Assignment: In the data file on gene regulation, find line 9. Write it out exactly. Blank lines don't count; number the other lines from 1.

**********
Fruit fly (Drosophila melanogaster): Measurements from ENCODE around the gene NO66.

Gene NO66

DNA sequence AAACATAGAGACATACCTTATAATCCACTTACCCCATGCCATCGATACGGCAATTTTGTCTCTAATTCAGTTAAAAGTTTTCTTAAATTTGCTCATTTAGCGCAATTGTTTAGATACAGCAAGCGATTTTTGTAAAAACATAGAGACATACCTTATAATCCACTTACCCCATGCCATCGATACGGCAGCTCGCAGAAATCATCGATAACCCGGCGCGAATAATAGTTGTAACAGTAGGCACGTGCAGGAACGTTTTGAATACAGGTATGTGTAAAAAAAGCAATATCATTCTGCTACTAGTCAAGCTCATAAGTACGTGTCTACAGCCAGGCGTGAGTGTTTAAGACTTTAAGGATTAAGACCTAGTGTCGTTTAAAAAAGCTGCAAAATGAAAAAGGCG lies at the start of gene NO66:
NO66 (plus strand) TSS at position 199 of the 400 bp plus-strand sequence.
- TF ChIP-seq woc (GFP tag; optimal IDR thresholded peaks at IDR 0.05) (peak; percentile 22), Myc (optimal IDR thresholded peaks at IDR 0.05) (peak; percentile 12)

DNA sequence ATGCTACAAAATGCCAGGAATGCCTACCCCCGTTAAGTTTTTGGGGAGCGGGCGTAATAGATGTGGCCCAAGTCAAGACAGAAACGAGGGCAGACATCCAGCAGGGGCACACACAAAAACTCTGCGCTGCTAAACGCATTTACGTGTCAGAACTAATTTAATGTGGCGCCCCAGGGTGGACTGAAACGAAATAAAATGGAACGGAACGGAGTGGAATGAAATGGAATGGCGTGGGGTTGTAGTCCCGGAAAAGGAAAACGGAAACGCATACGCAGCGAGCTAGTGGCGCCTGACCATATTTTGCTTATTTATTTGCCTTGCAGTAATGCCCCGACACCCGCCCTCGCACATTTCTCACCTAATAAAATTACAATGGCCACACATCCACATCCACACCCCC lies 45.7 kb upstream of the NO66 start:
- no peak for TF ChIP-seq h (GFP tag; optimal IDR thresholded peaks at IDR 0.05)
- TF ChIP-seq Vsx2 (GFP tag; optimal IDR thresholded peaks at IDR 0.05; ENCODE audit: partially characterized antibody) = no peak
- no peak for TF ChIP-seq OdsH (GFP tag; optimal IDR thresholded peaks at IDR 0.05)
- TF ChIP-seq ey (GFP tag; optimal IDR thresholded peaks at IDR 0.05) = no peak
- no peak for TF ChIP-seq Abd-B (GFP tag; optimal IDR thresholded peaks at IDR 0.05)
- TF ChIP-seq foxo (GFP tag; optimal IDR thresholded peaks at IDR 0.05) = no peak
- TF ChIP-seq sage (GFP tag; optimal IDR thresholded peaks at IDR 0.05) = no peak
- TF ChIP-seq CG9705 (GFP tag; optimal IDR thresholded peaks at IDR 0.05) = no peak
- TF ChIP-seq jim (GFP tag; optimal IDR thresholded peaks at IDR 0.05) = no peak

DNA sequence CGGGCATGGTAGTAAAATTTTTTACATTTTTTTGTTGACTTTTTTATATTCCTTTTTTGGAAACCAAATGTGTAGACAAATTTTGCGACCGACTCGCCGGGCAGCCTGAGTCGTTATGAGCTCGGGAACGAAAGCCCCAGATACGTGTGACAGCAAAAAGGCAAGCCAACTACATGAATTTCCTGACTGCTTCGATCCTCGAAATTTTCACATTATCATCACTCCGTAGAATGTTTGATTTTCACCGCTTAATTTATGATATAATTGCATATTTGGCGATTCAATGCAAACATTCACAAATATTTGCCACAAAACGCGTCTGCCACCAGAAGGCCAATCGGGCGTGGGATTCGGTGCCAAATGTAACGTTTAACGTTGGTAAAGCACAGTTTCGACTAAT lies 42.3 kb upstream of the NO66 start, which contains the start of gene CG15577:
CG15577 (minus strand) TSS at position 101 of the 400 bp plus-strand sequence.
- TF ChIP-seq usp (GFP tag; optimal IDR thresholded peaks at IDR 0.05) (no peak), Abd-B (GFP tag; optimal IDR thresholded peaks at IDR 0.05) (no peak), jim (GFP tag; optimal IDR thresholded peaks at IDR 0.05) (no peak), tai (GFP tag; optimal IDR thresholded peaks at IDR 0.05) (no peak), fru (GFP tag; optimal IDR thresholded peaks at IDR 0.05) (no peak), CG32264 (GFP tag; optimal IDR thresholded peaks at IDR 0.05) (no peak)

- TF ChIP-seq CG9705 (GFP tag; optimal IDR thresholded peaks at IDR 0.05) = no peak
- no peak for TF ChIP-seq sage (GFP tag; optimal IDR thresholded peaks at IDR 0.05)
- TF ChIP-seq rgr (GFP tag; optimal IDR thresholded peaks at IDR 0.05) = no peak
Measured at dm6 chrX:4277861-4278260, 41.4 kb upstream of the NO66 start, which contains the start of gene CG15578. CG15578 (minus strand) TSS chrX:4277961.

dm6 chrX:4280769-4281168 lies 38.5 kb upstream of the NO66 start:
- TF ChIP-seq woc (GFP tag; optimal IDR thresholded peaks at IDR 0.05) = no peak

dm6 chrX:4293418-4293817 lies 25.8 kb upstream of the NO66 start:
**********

- no peak for TF ChIP-seq OdsH (GFP tag; optimal IDR thresholded peaks at IDR 0.05)